Every working day some $150 billion flows through Australia’s Interbank system.
Postgraduate student Andrey Sokolov from the University of Melbourne, together with colleagues from Melbourne and Swinburne universities, is analysing the flow of that money to study the dynamics of the overnight loan flows and the stability of the network.
The team is developing dynamic models that test whether the daily flow of funds between Australia’s banks is as robust as it seems – and what might cause its collapse.
Following this money trail as it grows and evolves should help financial regulators to protect our banks better.
Dynamics of the Australian Interbank Loan Flows
Andrey Sokolov 1 , Rachel Webster 1, Andrew Melatos 1, and Tien Kieu 1,2
1School of Physics, University of Melbourne, Parkville, VIC 3010, Australia
2Centre for Atom Optics and Ultrafast Spectroscopy, Swinburne University of Technology, Hawthorn, VIC 3122, Australia
We analyse the network properties of interbank transactions on the Australian real-time gross settlement system and study the dynamics of the overnight loan flows and the network stability.
The crucial effect of the network structure and topology on the emergence of contagion and systemic risk has been recognised and a number of recent studies have been devoted to analysing properties of financial networks in a number of countries (for example, see ).
We analyse the network of transactions on the Australian real-time gross settlement system administered by the Reserve Bank of Australia (RBA) for settling large-value transactions between Australian banks. The data comprises all transactions recorded by the Reserve Bank Information and Transfer System (RITS), including those originating from SWIFT, Austraclear and RBA intra-day repos, covering five consecutive days of the week of 19 February 2007.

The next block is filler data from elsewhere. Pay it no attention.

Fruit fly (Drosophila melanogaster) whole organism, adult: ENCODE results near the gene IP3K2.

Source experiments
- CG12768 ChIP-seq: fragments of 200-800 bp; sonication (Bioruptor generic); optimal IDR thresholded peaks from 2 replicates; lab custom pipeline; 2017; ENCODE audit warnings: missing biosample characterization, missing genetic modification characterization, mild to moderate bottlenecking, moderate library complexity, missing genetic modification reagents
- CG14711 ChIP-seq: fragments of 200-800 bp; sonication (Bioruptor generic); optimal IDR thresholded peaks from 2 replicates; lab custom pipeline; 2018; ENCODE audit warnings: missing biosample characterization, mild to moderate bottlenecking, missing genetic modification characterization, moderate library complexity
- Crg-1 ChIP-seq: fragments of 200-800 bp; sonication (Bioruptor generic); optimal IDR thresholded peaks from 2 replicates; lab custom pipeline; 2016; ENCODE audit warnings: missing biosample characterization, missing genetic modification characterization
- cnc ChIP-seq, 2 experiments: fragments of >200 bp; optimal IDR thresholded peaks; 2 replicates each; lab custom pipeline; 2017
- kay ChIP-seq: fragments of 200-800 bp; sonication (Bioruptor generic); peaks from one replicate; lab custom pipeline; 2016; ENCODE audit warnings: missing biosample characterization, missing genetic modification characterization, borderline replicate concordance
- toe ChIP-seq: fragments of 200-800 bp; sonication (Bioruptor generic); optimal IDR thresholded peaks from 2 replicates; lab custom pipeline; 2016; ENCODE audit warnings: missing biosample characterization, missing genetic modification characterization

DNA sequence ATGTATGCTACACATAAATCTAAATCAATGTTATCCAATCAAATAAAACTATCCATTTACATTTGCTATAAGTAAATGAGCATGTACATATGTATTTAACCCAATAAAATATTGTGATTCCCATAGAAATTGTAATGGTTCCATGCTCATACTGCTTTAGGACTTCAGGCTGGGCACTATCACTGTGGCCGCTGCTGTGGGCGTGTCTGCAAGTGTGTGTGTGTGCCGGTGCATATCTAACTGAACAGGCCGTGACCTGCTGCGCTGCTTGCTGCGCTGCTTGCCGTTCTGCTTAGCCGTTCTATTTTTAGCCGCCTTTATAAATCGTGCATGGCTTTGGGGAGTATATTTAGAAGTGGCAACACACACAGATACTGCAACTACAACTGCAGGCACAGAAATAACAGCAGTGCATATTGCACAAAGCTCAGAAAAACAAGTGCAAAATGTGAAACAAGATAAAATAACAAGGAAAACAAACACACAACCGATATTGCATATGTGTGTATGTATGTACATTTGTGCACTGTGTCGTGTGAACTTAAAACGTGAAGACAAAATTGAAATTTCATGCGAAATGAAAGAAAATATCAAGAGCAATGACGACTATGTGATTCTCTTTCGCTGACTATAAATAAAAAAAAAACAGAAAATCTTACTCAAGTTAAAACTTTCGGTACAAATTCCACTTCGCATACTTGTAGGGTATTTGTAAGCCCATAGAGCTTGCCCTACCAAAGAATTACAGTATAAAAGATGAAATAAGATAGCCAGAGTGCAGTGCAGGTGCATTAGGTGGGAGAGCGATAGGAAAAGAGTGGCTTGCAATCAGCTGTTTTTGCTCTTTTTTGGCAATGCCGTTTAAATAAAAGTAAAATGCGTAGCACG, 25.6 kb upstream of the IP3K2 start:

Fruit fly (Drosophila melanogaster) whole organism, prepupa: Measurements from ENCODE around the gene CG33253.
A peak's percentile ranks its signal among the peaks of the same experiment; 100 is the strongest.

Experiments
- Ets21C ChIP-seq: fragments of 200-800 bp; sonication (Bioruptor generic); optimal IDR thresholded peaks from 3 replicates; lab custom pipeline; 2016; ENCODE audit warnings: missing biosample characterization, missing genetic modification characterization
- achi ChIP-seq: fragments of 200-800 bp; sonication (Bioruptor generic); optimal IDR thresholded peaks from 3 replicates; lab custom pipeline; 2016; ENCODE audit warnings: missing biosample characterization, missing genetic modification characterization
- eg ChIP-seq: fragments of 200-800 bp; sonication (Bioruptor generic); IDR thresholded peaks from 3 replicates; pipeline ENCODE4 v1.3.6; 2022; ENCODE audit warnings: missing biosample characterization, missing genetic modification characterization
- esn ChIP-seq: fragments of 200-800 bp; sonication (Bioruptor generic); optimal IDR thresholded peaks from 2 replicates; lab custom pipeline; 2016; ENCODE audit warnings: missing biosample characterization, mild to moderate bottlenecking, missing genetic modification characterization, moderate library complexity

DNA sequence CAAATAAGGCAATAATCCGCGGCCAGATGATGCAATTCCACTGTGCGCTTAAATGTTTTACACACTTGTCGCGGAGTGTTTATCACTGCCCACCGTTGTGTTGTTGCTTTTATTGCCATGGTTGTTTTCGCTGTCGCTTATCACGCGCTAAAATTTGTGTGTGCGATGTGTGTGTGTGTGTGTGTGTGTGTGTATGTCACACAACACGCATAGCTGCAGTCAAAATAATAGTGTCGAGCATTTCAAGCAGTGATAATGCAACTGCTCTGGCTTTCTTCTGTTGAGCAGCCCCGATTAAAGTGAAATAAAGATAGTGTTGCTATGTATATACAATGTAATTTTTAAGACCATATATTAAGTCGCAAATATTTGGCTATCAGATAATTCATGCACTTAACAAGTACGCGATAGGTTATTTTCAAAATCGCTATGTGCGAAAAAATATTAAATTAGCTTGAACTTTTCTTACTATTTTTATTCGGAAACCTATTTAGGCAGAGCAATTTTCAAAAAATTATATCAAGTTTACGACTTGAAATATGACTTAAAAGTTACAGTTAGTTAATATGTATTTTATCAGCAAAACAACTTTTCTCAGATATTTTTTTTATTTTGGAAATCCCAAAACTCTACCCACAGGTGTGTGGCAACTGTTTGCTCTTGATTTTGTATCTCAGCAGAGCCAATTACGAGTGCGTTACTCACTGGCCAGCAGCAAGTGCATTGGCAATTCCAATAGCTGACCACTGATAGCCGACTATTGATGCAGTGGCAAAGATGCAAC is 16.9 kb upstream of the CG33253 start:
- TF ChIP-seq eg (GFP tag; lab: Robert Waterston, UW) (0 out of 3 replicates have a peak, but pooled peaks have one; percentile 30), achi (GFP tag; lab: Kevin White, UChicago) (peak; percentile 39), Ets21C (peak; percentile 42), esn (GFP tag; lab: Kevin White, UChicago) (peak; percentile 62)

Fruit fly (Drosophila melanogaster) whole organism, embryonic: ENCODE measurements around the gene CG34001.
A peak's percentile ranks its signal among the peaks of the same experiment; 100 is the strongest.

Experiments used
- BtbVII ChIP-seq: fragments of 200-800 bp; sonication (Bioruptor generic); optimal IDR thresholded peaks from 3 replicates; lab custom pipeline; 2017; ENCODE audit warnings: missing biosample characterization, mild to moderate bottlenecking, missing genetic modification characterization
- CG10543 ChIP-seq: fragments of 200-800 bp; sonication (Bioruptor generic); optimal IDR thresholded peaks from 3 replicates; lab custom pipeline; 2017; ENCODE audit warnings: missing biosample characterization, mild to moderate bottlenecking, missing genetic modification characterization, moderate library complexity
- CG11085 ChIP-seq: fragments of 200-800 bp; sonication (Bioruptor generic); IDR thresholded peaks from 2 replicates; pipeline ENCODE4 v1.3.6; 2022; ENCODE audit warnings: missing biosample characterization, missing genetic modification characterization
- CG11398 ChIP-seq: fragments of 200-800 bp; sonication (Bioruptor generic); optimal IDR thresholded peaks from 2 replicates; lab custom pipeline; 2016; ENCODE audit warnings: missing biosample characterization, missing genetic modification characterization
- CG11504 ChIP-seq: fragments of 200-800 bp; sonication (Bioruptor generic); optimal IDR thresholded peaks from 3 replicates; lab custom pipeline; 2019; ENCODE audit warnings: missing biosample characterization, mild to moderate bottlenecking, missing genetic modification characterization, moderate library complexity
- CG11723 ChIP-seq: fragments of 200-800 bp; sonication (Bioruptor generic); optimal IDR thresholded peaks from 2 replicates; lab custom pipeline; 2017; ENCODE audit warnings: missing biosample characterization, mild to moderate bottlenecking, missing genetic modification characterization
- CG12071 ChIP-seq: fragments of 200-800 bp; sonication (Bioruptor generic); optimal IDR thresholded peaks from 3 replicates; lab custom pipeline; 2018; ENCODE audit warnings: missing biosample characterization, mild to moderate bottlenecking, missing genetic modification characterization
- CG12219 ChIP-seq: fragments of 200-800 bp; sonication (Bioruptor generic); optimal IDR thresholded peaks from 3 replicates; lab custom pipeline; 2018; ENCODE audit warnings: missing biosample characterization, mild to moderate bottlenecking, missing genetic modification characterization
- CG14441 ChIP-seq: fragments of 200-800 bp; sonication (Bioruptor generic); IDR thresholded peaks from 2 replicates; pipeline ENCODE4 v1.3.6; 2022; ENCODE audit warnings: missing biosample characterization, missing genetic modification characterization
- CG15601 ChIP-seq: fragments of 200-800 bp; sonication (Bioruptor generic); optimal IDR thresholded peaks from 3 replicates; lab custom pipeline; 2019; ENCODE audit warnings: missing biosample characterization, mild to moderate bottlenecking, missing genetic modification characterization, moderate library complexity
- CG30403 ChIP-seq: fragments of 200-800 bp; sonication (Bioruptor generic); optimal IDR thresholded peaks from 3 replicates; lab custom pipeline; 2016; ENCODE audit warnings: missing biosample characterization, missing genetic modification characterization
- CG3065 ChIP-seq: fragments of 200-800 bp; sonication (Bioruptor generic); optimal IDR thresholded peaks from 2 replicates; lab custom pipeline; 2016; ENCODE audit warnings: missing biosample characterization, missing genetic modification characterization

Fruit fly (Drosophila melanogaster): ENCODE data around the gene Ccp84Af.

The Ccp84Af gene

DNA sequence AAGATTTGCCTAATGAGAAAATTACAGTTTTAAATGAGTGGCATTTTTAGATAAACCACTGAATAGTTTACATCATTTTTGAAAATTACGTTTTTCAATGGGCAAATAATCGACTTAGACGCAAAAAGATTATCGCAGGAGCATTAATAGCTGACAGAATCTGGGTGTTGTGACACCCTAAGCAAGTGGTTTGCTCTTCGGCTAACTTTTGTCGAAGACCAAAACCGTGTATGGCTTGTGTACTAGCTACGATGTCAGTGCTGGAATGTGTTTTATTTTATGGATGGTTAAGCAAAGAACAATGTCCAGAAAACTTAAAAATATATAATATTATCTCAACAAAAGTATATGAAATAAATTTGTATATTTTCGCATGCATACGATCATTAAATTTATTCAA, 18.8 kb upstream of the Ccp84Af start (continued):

The distinct feature of the data set is that it includes the source and destination of every transaction (54 banks and RBA). Tracking the counterparties for each transaction yields a rich network structure for the settled transactions. The value of each transaction is also supplied in the data, so that not only the network structure but the cash flows on the network can be examined.
II. DATA ANALYSIS
In this study we apply standard network analysis techniques detailed in [2,3,4] to uncover the properties of the cash flow network. We combine the data for consecutive days and use a matching procedure  to discover transactions corresponding to the overnight loans.
The imbalance in a bank’s exchange settlement funds resulting from the daily flow of transactions is to some extent counteracted by the flow of overnight loans on the network. We examine the relation between the cash and loan flows by comparing the cash and loan networks over several days. The evolution of the network properties (degree distribution, clustering, etc) over the five days gives useful constraints on the flow dynamics.
We use the observed network properties and structure to set up a dynamic model of loan flows on a range of generic financial networks. The aim of the dynamic modeling is to explore the long-term stability of the system that is driven by random imbalances due to trading, on the one hand, and the interbank loans that mitigate the degree of the imbalances, on the other.
We employ a variety of methods including simple analytical models and multi-agent simulations. The latter is especially easy to implement and represents a powerful approach for modeling complex economic and financial systems, since it only requires specification of the microscopic rules that govern agent’s behaviour without imposing global constraints on the dynamics.
The ultimate goal of the project is to develop dynamical models of network evolution and stability that can be used for formulating policy recommendations for financial regulation.
REFERENCES Iori, G., De Masi, G., Precup, O.V., Gabbi, G., Caldarelli, G, A network analysis of the Italian overnight money market, Journal of Economic Dynamics & Control, 2008, Volume 32, 259–278  Kolaczyk, E.D., Statistical analysis of network data: methods and models, Springer Verlag, 2009  Jackson, M.O., Social and economic networks, Princeton University Press, 2008  Caldarelli, G., Scale-free networks: Complex webs in nature and technology, Oxford University Press, 2007  Ashcraft, A.B. and Duffie, D., Systemic Illiquidity in the Federal Funds Market, American Economic Review, Papers and Proceedings, 2007, Volume 97, 221-225
Dr Andrew Melatos at email@example.com